Big three telcos launching full court press against Verizon, Ottawa

Almost a month after news broke of U.S. wireless giant Verizon’s $700 million offer for Canadian wireless startup Wind Mobile, and word of discussions to also purchase Mobilicity, the dominant incumbents are launching a full court press against the prospect of a major new competitor entering their turf.

The wireless market, competition and spectrum file landed on the desk of new Industry Minister James Moore after the recent federal cabinet shuffle, and he, and Prime Minister Stephen Harper, can expect to be hearing a lot from Bell, Rogers and Telus in the coming months. Another wireless spectrum auction is expected in January, 2014. Verizon is considering participating in the spectrum auction and, while it can purchase Wind and Mobilicity, rules designed to foster competition prevent the three incumbents from buying either company.

Telus, BCE and Rogers have registered 35 members of their boards to lobby Moore and Harper directly on the issue. They’re also launching a publicity blitz with a series of media ads and interviews by senior executives.

Harper and Moore will also be hearing from the Canadian Council of Chief Executives, who sent a letter to the Prime Minister last week asking that a wireless competition policy the lobby group, and the big three, feel favours large foreign entries such as Verizon over the domestic incumbents.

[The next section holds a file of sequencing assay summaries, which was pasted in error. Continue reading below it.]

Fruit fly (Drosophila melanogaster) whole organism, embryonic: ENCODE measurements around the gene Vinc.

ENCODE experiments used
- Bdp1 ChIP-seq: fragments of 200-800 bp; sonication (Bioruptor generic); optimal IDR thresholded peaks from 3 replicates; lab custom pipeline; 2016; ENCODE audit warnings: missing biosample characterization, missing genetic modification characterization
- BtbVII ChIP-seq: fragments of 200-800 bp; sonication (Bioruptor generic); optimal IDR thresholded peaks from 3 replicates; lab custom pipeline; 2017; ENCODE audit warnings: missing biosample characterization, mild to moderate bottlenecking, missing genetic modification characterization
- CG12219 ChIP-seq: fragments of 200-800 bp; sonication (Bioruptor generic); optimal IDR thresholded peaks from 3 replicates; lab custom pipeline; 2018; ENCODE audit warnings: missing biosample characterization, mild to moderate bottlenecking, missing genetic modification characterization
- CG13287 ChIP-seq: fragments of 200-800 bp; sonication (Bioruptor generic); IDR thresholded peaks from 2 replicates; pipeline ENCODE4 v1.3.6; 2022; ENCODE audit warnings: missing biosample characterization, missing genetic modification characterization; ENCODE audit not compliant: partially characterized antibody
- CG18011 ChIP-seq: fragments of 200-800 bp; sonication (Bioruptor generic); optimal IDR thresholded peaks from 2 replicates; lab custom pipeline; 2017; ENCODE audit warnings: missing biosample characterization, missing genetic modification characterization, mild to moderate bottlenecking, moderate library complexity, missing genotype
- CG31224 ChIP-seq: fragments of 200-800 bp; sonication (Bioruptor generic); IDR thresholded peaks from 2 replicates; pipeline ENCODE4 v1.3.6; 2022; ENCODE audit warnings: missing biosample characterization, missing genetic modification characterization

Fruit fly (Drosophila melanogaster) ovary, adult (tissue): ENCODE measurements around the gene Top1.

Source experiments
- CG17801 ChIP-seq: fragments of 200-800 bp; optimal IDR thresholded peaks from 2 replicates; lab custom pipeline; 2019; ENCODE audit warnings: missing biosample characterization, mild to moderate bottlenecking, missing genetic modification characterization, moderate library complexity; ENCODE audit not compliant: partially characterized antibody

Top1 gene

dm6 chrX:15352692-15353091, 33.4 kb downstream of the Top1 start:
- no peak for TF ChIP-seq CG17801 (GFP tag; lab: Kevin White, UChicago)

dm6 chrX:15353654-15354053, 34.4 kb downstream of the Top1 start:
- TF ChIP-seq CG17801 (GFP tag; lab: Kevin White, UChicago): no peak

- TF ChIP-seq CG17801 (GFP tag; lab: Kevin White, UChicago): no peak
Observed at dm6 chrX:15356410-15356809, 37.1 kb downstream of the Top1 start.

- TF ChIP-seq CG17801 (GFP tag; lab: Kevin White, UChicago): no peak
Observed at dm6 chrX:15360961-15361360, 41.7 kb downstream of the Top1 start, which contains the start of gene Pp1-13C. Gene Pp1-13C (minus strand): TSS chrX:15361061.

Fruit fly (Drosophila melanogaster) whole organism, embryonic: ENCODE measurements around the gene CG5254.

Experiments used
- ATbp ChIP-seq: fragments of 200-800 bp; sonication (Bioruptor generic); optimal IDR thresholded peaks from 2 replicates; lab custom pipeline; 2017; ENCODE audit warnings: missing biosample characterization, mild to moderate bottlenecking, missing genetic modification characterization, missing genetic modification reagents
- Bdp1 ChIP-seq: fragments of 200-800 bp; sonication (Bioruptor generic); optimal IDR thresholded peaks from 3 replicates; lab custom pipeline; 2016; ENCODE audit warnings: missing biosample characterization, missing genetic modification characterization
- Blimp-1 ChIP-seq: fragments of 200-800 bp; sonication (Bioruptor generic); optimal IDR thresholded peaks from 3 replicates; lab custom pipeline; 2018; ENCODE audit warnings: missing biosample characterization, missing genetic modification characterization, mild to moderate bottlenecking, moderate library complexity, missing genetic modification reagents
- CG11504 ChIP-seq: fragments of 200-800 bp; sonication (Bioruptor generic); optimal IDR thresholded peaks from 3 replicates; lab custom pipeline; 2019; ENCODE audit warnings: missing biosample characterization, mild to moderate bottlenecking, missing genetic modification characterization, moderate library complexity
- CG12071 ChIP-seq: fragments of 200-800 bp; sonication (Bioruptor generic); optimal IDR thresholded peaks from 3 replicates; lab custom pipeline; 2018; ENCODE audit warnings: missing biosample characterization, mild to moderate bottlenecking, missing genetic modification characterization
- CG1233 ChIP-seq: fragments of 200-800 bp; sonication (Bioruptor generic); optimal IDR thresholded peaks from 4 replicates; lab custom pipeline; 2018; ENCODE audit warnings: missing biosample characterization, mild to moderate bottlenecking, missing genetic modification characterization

“Your government has clearly indicated its desire for increased competition in the telecommunications sector,” wrote CCCE head John Manley, who also serves on the Telus board. “While we as a council support that objective, we also believe that public policy should not discriminate against Canadian companies in favour of large foreign operators.”

Our colleague Howard Solomon of IT World Canada has more: Bell, Rogers, Telus squeeze Ottawa on wireless

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Jeff Jedras
Jeff Jedras
A veteran technology and business journalist, Jeff Jedras began his career in technology journalism in the late 1990s, covering the booming (and later busting) Ottawa technology sector for Silicon Valley North and the Ottawa Business Journal, as well as everything from municipal politics to real estate. He later covered the technology scene in Vancouver before joining IT World Canada in Toronto in 2005, covering enterprise IT for ComputerWorld Canada. He would go on to cover the channel as an assistant editor with CDN. His writing has appeared in the Vancouver Sun, the Ottawa Citizen and a wide range of industry trade publications.

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